By Kaitlin Wainwright
Making the Scene: Yorkville and Hip Toronto in the 1960s
University of Toronto Press, 2011
394 pages, Paperback and ebook $29.95, Cloth $70.00
Stuart Henderson’s Making the Scene: Yorkville and Hip Toronto in the 1960s is an adventure back in time to Yorkville at what many would consider the pinnacle of its cultural history. Fifty years ago, the Yorkville Coffee Mill opened, among the first of many to become a hub for youth exploring counterculture through music and mysticism. Henderson’s book, which stemmed from his doctoral dissertation at Queen’s University, is rich with oral histories and underground press coverage of the day.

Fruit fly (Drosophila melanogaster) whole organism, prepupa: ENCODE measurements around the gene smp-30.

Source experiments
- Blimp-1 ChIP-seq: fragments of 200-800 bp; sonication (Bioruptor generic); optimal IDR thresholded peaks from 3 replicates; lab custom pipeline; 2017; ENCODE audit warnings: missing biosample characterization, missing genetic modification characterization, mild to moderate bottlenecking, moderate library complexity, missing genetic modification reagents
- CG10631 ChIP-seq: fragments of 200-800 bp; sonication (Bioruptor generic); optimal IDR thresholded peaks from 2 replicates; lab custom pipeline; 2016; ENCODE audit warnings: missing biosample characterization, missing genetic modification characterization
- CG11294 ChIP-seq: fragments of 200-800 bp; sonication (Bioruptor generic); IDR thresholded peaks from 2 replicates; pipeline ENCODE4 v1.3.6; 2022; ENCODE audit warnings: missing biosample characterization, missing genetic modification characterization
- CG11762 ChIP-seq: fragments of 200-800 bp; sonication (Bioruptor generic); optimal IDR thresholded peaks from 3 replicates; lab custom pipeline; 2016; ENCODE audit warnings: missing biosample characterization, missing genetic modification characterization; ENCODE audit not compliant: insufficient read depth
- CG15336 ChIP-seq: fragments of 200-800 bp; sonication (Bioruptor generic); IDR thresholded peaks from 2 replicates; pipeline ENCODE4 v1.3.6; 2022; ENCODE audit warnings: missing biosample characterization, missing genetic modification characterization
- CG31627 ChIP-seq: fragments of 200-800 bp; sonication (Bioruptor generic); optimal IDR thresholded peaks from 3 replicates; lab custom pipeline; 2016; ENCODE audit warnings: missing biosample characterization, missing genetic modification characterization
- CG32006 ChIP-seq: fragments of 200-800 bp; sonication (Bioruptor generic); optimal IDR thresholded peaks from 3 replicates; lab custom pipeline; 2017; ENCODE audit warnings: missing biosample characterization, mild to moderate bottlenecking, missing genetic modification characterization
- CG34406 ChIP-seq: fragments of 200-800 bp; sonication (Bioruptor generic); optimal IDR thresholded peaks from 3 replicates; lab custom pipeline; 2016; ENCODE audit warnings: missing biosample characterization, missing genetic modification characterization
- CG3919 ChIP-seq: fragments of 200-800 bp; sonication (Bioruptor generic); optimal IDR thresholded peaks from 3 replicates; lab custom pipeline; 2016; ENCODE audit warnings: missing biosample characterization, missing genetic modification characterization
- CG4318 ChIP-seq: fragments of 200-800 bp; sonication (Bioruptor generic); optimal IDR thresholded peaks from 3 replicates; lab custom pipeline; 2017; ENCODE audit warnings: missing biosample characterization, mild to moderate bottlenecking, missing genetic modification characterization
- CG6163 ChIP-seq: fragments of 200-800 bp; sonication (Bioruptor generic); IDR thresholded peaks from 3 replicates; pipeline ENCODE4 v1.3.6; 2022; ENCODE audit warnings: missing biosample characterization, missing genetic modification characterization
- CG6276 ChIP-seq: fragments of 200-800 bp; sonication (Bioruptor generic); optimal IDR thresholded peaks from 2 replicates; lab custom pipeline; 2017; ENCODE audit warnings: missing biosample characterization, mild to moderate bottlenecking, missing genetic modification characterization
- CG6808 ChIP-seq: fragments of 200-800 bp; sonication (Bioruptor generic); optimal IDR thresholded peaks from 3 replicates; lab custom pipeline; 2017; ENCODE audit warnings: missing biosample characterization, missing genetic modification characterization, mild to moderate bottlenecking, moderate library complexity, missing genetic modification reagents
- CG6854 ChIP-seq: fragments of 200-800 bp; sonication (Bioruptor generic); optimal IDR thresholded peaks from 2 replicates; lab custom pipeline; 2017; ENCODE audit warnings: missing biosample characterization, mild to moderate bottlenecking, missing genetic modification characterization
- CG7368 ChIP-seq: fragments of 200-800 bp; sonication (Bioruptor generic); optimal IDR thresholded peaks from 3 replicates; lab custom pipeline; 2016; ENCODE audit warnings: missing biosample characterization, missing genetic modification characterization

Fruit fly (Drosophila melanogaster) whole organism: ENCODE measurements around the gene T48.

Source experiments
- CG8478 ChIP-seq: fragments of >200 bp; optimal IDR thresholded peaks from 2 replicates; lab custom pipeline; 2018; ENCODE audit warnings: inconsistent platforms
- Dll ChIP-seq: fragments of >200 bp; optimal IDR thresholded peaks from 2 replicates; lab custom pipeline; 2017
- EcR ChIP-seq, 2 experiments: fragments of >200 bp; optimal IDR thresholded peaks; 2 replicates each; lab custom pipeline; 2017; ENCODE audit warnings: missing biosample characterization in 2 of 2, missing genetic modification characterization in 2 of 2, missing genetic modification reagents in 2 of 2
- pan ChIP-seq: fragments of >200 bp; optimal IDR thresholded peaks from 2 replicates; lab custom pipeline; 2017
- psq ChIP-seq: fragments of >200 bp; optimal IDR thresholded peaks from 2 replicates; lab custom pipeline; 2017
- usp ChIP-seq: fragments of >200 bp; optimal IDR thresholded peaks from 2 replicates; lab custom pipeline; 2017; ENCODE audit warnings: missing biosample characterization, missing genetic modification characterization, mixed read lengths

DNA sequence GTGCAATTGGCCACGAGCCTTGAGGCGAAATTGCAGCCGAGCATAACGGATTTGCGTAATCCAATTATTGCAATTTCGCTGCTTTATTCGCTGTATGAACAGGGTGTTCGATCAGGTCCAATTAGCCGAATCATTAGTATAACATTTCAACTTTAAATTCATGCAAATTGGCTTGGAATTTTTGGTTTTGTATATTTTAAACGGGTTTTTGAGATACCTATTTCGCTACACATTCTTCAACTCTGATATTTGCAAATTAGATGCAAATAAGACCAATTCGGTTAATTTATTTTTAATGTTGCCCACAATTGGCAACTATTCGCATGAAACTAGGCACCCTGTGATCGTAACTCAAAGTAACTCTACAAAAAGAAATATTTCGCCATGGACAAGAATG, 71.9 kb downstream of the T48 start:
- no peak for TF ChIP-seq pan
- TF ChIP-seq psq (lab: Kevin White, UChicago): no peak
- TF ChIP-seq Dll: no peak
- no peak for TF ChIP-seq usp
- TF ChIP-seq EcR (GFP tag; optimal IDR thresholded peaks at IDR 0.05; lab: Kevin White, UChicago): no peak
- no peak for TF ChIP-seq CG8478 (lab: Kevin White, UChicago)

Personal experience drew me to Henderson’s work. I grew up in London (Ontario) in the 1990s. My father worked in Toronto for a time and stayed in an apartment on Bay Street near Bloor. Visiting on weekends, my mother and I would wander the “Mink Mile”. By then, Yorkville was a hub of elite consumerism, with couture boutiques and flagship stories. It was cultured, rather than counterculture.